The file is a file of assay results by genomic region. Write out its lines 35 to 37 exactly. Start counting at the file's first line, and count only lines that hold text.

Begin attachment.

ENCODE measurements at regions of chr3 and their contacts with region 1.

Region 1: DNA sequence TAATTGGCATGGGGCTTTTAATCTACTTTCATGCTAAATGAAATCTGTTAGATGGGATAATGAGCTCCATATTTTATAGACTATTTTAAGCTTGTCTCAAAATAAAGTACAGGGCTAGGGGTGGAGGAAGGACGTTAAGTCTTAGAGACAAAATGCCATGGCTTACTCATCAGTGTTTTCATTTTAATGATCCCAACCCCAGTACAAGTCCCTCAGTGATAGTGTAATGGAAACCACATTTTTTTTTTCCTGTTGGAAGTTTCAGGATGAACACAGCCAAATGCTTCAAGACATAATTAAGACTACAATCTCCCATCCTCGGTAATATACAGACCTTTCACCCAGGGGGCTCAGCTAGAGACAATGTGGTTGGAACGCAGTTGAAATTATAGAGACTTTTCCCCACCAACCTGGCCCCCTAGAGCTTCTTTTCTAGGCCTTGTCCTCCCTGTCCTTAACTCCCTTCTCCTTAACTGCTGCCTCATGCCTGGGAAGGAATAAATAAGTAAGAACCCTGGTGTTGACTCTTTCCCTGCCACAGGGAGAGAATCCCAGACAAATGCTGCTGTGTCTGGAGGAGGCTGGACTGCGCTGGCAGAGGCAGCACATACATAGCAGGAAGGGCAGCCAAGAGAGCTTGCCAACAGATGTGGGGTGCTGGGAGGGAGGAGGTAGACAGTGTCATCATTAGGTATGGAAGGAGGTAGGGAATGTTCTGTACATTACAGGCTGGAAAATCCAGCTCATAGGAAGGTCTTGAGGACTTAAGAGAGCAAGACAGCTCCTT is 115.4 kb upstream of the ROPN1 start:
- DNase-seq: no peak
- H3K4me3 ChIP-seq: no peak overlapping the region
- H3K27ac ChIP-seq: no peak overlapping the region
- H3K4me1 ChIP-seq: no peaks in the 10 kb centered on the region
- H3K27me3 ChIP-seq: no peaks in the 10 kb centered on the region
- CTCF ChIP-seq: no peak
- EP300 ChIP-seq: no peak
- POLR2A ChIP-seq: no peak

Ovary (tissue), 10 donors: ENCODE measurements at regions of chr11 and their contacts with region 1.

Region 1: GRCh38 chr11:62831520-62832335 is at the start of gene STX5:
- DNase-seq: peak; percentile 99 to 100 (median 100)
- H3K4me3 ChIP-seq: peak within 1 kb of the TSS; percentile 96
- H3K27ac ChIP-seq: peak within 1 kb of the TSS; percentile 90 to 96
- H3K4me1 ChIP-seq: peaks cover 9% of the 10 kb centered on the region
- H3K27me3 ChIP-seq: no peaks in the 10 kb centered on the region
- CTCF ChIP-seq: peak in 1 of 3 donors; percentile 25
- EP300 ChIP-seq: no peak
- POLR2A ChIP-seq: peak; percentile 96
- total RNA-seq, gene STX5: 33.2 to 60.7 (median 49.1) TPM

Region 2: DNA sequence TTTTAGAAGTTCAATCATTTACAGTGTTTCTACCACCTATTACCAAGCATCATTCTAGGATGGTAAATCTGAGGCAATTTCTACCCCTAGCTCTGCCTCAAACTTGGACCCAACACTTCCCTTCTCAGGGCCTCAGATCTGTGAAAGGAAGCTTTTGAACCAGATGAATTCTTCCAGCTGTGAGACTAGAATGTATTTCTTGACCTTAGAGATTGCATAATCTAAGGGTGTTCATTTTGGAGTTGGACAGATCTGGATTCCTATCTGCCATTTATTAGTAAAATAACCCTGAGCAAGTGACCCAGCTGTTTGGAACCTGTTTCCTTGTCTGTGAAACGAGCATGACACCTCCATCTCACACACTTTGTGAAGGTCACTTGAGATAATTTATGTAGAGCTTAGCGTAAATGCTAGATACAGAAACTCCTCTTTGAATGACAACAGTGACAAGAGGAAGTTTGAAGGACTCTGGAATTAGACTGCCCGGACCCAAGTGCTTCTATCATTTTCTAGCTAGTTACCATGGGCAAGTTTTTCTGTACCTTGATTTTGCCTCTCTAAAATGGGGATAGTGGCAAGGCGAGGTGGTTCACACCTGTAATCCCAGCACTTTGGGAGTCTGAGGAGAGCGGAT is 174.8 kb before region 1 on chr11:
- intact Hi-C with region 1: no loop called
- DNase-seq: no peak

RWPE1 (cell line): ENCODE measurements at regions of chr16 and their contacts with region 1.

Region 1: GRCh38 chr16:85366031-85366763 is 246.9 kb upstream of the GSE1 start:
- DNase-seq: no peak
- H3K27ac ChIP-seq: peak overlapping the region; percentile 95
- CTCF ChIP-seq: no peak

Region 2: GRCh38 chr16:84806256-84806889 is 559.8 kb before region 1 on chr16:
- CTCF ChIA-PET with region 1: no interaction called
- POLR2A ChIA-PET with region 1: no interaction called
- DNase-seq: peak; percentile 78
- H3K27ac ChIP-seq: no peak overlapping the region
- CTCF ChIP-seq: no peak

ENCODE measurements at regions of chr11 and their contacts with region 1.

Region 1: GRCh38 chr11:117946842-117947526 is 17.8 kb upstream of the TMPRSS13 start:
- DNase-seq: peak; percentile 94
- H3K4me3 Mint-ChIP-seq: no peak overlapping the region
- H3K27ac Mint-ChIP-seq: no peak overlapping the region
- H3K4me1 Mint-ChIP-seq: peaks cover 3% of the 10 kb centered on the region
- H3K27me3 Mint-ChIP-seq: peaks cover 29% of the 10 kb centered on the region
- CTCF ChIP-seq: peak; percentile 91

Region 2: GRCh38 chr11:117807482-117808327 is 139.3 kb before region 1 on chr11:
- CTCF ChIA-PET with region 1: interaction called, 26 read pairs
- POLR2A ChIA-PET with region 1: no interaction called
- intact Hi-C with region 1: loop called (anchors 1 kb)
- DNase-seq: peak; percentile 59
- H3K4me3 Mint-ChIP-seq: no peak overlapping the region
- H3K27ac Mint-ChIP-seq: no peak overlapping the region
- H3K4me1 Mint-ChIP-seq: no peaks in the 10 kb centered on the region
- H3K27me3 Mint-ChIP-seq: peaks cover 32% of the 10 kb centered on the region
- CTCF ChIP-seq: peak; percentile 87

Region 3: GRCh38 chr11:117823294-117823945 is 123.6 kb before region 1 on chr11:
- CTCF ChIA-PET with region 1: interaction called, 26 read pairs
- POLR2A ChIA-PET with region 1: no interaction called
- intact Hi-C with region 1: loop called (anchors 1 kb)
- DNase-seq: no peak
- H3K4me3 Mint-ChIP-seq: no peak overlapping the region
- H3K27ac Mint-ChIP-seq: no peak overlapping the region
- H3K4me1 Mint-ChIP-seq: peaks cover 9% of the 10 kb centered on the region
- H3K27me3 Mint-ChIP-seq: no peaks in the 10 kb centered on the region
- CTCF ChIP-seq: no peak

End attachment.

- CTCF ChIP-seq: no peak

ENCODE measurements at regions of chr11 and their contacts with region 1.

Region 1: GRCh38 chr11:117946842-117947526 is 17.8 kb upstream of the TMPRSS13 start: